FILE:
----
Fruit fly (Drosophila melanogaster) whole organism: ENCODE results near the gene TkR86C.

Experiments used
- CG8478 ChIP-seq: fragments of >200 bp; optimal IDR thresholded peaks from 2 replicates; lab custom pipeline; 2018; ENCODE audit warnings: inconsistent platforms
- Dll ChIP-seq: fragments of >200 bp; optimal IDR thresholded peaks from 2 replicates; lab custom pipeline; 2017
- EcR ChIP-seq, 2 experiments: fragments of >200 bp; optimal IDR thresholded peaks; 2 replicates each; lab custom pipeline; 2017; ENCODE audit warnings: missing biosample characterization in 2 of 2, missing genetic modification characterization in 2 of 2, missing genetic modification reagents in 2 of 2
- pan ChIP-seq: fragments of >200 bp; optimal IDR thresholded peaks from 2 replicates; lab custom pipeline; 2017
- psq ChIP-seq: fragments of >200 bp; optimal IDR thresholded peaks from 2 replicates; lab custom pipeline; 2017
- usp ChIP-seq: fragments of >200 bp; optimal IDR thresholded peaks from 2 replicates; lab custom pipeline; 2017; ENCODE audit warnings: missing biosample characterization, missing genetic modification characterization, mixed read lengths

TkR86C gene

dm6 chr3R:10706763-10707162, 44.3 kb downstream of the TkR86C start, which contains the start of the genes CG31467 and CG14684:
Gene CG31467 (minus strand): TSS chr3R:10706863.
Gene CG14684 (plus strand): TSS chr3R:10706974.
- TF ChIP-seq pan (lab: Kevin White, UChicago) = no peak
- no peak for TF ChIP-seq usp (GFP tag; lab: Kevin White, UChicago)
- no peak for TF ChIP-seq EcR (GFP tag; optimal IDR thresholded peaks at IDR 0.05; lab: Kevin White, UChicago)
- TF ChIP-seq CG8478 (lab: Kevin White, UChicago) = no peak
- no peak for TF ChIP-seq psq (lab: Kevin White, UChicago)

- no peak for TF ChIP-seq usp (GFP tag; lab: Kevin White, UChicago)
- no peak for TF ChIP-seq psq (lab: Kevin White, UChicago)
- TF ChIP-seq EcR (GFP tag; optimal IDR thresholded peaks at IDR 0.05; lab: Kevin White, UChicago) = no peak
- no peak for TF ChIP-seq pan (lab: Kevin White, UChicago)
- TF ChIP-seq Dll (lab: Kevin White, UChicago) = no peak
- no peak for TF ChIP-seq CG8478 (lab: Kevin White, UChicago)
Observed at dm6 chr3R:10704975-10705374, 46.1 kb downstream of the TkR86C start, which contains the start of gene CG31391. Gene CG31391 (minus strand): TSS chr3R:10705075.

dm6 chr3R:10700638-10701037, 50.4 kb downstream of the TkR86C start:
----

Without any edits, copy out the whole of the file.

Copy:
Fruit fly (Drosophila melanogaster) whole organism: ENCODE results near the gene TkR86C.

Experiments used
- CG8478 ChIP-seq: fragments of >200 bp; optimal IDR thresholded peaks from 2 replicates; lab custom pipeline; 2018; ENCODE audit warnings: inconsistent platforms
- Dll ChIP-seq: fragments of >200 bp; optimal IDR thresholded peaks from 2 replicates; lab custom pipeline; 2017
- EcR ChIP-seq, 2 experiments: fragments of >200 bp; optimal IDR thresholded peaks; 2 replicates each; lab custom pipeline; 2017; ENCODE audit warnings: missing biosample characterization in 2 of 2, missing genetic modification characterization in 2 of 2, missing genetic modification reagents in 2 of 2
- pan ChIP-seq: fragments of >200 bp; optimal IDR thresholded peaks from 2 replicates; lab custom pipeline; 2017
- psq ChIP-seq: fragments of >200 bp; optimal IDR thresholded peaks from 2 replicates; lab custom pipeline; 2017
- usp ChIP-seq: fragments of >200 bp; optimal IDR thresholded peaks from 2 replicates; lab custom pipeline; 2017; ENCODE audit warnings: missing biosample characterization, missing genetic modification characterization, mixed read lengths

TkR86C gene

dm6 chr3R:10706763-10707162, 44.3 kb downstream of the TkR86C start, which contains the start of the genes CG31467 and CG14684:
Gene CG31467 (minus strand): TSS chr3R:10706863.
Gene CG14684 (plus strand): TSS chr3R:10706974.
- TF ChIP-seq pan (lab: Kevin White, UChicago) = no peak
- no peak for TF ChIP-seq usp (GFP tag; lab: Kevin White, UChicago)
- no peak for TF ChIP-seq EcR (GFP tag; optimal IDR thresholded peaks at IDR 0.05; lab: Kevin White, UChicago)
- TF ChIP-seq CG8478 (lab: Kevin White, UChicago) = no peak
- no peak for TF ChIP-seq psq (lab: Kevin White, UChicago)

- no peak for TF ChIP-seq usp (GFP tag; lab: Kevin White, UChicago)
- no peak for TF ChIP-seq psq (lab: Kevin White, UChicago)
- TF ChIP-seq EcR (GFP tag; optimal IDR thresholded peaks at IDR 0.05; lab: Kevin White, UChicago) = no peak
- no peak for TF ChIP-seq pan (lab: Kevin White, UChicago)
- TF ChIP-seq Dll (lab: Kevin White, UChicago) = no peak
- no peak for TF ChIP-seq CG8478 (lab: Kevin White, UChicago)
Observed at dm6 chr3R:10704975-10705374, 46.1 kb downstream of the TkR86C start, which contains the start of gene CG31391. Gene CG31391 (minus strand): TSS chr3R:10705075.

dm6 chr3R:10700638-10701037, 50.4 kb downstream of the TkR86C start: